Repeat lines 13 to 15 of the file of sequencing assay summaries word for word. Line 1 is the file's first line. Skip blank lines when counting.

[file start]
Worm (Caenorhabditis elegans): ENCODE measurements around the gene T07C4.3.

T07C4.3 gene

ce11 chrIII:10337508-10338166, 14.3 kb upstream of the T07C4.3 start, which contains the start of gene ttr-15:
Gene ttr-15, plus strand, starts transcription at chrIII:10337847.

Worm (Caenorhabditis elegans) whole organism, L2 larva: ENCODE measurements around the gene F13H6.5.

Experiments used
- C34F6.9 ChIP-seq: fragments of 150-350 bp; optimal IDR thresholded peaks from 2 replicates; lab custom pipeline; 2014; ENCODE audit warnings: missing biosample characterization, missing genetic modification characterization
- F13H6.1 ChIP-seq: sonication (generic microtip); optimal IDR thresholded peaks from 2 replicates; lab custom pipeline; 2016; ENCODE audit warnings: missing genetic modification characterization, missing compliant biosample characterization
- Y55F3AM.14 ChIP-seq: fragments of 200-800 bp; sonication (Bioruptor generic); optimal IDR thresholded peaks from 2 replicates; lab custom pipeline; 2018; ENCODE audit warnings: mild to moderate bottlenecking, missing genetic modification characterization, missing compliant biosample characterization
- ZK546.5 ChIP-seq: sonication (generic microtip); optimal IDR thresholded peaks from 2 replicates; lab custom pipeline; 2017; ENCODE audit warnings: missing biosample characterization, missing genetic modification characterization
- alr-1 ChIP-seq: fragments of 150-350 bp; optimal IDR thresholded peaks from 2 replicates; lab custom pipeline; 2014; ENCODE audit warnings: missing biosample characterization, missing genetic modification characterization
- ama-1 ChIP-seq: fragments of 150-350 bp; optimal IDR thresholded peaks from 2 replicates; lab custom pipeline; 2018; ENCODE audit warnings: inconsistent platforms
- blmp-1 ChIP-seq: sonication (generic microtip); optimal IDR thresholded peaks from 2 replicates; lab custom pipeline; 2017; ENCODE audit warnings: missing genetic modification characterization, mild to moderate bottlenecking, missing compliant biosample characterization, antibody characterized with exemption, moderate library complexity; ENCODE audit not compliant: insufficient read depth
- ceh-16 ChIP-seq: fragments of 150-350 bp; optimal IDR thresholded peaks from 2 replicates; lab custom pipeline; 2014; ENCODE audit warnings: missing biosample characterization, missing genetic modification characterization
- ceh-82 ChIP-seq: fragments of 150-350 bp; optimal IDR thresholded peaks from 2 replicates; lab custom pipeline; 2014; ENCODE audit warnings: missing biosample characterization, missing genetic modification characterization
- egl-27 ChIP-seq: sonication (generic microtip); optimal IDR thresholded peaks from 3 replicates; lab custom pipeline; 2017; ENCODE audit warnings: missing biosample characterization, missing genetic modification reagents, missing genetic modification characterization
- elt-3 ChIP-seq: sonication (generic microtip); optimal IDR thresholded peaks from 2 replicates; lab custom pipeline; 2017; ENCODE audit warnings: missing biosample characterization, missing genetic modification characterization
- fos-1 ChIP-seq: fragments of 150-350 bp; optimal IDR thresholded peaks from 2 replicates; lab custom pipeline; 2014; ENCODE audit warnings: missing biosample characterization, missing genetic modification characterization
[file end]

- blmp-1 ChIP-seq: sonication (generic microtip); optimal IDR thresholded peaks from 2 replicates; lab custom pipeline; 2017; ENCODE audit warnings: missing genetic modification characterization, mild to moderate bottlenecking, missing compliant biosample characterization, antibody characterized with exemption, moderate library complexity; ENCODE audit not compliant: insufficient read depth
- ceh-16 ChIP-seq: fragments of 150-350 bp; optimal IDR thresholded peaks from 2 replicates; lab custom pipeline; 2014; ENCODE audit warnings: missing biosample characterization, missing genetic modification characterization
- ceh-82 ChIP-seq: fragments of 150-350 bp; optimal IDR thresholded peaks from 2 replicates; lab custom pipeline; 2014; ENCODE audit warnings: missing biosample characterization, missing genetic modification characterization